Thursday, May 5, 2022

Pharisees Shoot the Messenger

Suggested Reading: Mark 12:1-12

We don't always like the messages that we get from people. When a doctor tells us that we need to change our diet or risk serious health problems, or we get a progress report from school that warns us we are on the verge of failing a class, there are traditionally three ways of responding. 1) We can heed the warning and act on the message, 2) we can choose to ignore the message or 3) we can get angry with the person who delivered the message. I don't know how many students I have heard say something like, "My teacher is just mean, she won't even give me a lousy five points on my report card." Anticipating the third reaction, a pastor I used to serve with would deliver the disclaimer, "If I'm stepping on your toes, say, 'ouch,' or get out of the way."

In Mark 12 (and in various other places throughout the Gospels), Jesus delivered a message that was unpopular with the religious establishment. Jesus told a parable that essentially warned the Pharisees and chief priests that their lack of response to God's messengers throughout the years would lead to God replacing them with people who would obey God's call. How did the chief priests and Pharisees respond? Did they decide that they had better start obeying God's call? Did they commit themselves to leaving behind their apathy in the hopes of retaining their position? Mark 12:12 records their response: "Because they knew He had said this parable against them, they were looking for a way to arrest Him, but they were afraid of the crowd" (HCSB).

Rather than acting on the message Jesus delivered, the religious establishment decided to "shoot the messenger." They could easily have listened to what Jesus had to say and acted on it. They could have said, "Whoa, we're in trouble here and we had better change our ways." They could have said, "He's right. We've been acting sinfully. We had better beg God for forgiveness." They could even have said, "Jesus just doesn't know what he's talking about." Instead, they chose to eliminate the one delivering the message by looking for ways to arrest him.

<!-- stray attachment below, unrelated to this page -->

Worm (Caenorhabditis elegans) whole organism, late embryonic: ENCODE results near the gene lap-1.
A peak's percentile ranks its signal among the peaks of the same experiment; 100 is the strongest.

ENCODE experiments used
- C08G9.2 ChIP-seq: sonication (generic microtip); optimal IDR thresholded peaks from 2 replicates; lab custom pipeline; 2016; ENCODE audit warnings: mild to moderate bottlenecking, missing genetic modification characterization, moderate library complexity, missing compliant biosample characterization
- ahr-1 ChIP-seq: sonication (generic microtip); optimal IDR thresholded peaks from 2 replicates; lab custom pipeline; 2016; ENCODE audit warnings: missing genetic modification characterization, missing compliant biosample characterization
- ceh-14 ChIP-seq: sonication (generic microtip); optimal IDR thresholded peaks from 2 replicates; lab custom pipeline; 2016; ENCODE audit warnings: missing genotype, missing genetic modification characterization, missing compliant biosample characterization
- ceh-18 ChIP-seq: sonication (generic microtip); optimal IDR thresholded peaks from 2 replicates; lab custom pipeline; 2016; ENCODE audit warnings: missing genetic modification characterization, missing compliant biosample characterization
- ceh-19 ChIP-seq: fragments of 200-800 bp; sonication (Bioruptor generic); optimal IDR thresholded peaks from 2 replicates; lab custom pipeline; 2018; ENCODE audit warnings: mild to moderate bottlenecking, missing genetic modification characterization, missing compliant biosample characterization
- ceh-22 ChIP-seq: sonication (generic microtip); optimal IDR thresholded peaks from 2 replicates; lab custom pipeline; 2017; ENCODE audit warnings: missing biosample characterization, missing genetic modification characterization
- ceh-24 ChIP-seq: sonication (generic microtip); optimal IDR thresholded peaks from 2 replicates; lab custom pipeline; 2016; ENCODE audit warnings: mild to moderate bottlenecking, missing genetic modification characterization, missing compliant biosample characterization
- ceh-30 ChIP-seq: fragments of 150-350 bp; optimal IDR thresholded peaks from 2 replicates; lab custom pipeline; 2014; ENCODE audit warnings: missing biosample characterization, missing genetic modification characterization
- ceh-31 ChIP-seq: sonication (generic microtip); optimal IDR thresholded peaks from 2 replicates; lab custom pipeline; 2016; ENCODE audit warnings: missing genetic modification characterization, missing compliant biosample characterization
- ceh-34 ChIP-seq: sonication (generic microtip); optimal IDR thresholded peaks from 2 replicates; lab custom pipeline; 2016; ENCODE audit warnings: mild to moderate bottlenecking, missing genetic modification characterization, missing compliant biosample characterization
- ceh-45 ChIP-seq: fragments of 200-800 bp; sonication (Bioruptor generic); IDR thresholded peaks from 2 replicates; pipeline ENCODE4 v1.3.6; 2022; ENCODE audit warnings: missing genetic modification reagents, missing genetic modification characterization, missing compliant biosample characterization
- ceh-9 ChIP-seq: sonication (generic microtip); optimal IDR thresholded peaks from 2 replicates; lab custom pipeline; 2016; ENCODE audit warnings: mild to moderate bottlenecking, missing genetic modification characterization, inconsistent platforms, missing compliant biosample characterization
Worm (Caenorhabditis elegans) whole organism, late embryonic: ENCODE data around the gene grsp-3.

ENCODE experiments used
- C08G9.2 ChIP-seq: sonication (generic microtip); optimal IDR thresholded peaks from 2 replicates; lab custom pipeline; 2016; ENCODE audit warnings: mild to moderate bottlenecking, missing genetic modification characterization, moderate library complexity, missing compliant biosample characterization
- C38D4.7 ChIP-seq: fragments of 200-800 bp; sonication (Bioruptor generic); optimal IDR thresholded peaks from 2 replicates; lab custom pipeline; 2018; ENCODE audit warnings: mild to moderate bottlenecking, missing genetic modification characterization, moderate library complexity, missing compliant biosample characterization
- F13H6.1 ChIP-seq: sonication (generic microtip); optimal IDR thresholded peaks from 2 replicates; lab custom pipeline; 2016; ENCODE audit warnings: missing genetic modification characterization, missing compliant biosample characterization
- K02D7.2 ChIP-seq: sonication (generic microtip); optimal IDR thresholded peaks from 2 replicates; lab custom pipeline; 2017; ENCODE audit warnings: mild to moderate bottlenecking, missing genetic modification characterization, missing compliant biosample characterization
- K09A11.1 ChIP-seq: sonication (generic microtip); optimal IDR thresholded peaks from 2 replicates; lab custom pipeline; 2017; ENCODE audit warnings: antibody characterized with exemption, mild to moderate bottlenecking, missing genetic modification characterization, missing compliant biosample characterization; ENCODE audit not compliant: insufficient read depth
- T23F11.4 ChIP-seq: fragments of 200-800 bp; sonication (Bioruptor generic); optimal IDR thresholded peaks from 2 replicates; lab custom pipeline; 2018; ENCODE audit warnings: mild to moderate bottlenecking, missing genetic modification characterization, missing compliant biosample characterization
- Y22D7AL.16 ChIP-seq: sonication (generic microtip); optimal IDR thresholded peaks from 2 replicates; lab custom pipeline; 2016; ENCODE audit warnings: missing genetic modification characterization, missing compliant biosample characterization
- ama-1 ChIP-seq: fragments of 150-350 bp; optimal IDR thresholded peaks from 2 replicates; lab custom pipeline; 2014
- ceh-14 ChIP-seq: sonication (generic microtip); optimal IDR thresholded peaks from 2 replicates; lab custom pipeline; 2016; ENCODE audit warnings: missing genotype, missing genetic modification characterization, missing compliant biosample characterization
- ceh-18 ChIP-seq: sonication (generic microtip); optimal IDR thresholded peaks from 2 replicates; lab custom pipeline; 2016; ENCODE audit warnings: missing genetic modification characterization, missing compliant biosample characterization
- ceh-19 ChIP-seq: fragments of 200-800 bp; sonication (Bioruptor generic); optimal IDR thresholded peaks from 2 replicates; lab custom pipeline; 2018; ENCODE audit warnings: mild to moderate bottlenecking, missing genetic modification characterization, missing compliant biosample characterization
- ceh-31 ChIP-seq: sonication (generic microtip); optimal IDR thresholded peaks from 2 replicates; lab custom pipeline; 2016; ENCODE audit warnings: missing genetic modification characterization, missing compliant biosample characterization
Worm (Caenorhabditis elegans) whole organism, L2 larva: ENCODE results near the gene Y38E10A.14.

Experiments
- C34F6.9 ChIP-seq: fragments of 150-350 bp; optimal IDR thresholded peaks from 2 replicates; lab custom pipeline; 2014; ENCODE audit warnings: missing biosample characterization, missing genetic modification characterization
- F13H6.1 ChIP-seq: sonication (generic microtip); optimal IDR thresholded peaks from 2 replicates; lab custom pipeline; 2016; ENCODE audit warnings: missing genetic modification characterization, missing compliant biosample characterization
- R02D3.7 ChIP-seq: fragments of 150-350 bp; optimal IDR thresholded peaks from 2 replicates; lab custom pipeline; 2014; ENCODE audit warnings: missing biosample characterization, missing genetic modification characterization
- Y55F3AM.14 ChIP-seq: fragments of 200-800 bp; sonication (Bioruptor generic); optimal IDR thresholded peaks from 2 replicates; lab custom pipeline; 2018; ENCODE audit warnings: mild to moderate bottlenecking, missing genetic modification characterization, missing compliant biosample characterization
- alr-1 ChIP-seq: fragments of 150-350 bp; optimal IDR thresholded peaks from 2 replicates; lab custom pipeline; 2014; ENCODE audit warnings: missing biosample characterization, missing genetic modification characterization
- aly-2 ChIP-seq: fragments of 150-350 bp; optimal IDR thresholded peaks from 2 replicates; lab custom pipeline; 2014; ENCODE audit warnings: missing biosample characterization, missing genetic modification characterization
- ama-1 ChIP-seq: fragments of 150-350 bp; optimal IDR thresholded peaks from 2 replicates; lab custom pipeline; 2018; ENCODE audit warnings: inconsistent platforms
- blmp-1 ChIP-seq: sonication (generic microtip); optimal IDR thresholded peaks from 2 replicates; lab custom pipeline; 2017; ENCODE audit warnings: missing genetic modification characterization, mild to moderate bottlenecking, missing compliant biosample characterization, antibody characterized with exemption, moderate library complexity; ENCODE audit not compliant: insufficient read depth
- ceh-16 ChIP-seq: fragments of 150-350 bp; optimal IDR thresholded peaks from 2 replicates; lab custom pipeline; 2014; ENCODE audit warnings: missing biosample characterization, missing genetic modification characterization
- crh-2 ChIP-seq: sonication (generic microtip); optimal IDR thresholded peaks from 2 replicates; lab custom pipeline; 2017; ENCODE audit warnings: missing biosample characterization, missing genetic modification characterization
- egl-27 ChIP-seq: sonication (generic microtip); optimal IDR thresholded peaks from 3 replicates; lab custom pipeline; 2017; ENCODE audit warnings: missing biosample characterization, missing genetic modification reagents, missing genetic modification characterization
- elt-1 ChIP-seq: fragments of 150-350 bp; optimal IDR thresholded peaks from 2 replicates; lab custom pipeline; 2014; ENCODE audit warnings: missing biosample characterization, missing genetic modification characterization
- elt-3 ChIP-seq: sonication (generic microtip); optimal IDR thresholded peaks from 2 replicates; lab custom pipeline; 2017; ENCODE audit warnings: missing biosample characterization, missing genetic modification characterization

How often do we respond in the same way? A friend warns us about a dangerous behavior and we get angry, unable to believe how judgmental our friend is. A parent or mentor warns us that we are headed down the wrong path and we silently berate them, exclaiming, "You just don't get it. You don't know what I am going through." A doctor gives us bad news and we suddenly decide that we don't like that doctor anymore and we need a second opinion.  A preacher delivers a message about sin, warning us that certain activities are harmful, and we get angry with the preacher for "stepping on our toes" and decide not to come back or, worse, to stay and battle the preacher's "self-righteousness" behind the scenes.

"Shooting the messenger" is a time-honored human method of reacting to news we don't like in a way that lets us off the hook for the contents of the message. But, at the end of the day, we have still heard the message and we are still responsible for what we do with it. If you have recently gotten a message you don't like, don't get angry with the messenger, evaluate the message and act accordingly.

When someone steps on your toes, you can get mad, you can say, "ouch," or you can fix the situation by moving your feet. How will you choose to respond?

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